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How to convert java.net.URL to java.io.File?

Posted by kohsuke on April 25, 2007 at 5:07 PM PDT

Often you are in a situation where need to convert a file://... URLs to java.io.File object. Doing this correctly is not trivial (and I still don't know what I'm writing here is the correct way.)

The first code I tried (which I saw somewhere a long time ago) is...

File f = new File(url.getPath());

This actually works for simple cases, like for file:/path/to/abc (which is actually a malformed file URL since it's missing //) or file:///path/to/abc (the correct file URL syntax.) However, this fails to work when the path contains URL-unsafe characters, such as file:///c:/Documents%20and%20Settings/..., because "%20" ends up in file name, which is wrong.

We've been told that java.net.URI is added in JDK1.5 to replace the broken URL class, so why don't we try that?

File f = new File(url.toURI());

This nicely converts %20 to a space (and all the other escaped characters.) The problem solved? Nope. URI is very draconian, and it fails to handle URLs like file:///c:/Documents and Settings/. This URL is broken as far as RFCs are concerned, but the reality is that java.net.URL accepts it happily, so you often end up seeing this. I'm sure many have done new URL("file://"+fileName); — those are the code that creates this URL.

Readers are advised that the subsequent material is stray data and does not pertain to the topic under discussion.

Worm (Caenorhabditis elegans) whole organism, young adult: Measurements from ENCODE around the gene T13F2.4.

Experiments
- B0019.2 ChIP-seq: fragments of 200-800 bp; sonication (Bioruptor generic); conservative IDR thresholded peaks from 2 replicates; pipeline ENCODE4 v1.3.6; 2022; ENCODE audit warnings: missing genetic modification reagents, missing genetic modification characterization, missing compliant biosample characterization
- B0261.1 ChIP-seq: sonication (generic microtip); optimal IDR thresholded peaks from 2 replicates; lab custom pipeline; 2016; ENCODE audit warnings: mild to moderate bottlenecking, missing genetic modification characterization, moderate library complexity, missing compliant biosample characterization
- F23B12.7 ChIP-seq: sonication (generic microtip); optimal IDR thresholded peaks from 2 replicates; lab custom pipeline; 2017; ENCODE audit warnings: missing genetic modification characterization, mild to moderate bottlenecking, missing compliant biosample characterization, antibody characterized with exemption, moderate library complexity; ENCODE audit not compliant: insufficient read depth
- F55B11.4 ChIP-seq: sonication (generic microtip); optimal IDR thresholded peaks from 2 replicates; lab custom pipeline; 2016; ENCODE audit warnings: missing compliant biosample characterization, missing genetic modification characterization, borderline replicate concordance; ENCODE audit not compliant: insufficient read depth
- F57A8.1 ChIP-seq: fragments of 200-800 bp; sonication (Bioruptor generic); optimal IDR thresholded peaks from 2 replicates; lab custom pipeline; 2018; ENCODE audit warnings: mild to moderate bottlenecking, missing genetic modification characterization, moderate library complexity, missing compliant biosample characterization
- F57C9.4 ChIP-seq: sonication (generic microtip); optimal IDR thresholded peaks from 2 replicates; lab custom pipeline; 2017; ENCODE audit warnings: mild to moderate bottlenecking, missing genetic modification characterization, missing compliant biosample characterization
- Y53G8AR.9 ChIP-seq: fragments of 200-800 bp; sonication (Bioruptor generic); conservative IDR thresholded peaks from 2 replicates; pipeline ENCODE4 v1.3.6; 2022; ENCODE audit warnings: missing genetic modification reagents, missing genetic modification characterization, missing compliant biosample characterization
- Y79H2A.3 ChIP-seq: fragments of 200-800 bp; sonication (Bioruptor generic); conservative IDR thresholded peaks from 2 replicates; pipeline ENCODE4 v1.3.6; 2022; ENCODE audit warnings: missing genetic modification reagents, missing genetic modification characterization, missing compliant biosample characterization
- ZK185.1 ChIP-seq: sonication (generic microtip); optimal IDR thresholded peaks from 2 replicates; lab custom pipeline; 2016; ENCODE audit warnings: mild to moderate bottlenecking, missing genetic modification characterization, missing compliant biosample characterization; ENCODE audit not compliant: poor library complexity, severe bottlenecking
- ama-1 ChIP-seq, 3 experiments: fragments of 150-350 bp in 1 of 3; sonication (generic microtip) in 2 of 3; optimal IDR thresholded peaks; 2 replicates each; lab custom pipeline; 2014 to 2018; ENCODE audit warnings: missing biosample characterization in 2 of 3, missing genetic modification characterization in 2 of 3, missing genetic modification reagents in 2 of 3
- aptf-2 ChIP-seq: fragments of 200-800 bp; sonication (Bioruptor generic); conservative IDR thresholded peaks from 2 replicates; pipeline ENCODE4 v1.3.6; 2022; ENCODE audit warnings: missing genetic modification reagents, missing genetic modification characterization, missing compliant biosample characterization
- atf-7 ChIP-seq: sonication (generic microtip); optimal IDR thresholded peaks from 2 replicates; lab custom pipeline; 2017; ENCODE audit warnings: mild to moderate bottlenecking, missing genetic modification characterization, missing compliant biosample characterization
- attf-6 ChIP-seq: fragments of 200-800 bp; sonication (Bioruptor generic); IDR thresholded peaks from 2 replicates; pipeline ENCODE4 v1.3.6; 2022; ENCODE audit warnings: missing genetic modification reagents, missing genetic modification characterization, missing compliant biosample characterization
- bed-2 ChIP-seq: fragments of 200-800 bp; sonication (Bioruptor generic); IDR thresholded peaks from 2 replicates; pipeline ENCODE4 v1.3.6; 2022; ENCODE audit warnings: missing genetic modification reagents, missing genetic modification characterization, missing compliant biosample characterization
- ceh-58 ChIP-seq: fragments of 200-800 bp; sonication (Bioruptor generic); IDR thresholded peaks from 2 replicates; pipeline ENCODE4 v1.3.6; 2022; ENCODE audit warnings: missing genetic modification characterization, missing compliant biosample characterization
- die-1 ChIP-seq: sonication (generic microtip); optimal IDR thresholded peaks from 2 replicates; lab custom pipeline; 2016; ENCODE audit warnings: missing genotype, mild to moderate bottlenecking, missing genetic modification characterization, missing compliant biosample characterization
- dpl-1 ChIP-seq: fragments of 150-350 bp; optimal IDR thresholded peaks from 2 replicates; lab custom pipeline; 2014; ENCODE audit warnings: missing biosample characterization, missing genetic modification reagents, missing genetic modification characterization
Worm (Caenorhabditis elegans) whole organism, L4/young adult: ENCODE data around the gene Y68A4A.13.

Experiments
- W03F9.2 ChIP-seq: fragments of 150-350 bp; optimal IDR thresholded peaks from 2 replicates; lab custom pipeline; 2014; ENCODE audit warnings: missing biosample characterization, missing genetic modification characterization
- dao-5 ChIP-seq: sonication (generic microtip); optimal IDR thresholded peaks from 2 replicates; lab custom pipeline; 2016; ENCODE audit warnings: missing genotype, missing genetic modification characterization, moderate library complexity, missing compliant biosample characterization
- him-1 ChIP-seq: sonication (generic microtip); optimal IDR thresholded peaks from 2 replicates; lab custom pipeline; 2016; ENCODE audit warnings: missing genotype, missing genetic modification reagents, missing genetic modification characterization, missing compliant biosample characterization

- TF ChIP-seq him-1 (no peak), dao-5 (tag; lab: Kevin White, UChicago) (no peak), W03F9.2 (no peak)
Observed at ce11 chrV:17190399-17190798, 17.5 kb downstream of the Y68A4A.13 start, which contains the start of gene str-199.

So the current version I have is to combine both:

File f;
try {
  f = new File(url.toURI());
} catch(URISyntaxException e) {
  f = new File(url.getPath());
}

If only we had File(URL) constructor...

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Comments

Trying to parse obviously malformed URLs is a bad ...

Trying to parse obviously malformed URLs is a bad idea.

URI is indeed better, but does not handle UNC paths on Windows. You need to use: http://docs.oracle.com/javase/7/docs/api/java/nio/file/Paths.html#get(java.net.URI)

Sadly, even using this technique you can get an ...

Sadly, even using this technique you can get an IllegalArgumentException if you're passing in a URL that does not point to a true physical file. For instance, if you use: ClassLoader.getResource("path"), you may end up with a hierarchical URL which points to a resource nested in a JAR. In this case you're better off just returning an InputStream to get the contents (instead of a File pointer). If you *really* need a File, probably best to make a temp one to deleteOnExit and serialize the contents in there.

Mr. Kohsuke, you saved my life. :D Thanks!

Mr. Kohsuke, you saved my life. :D Thanks!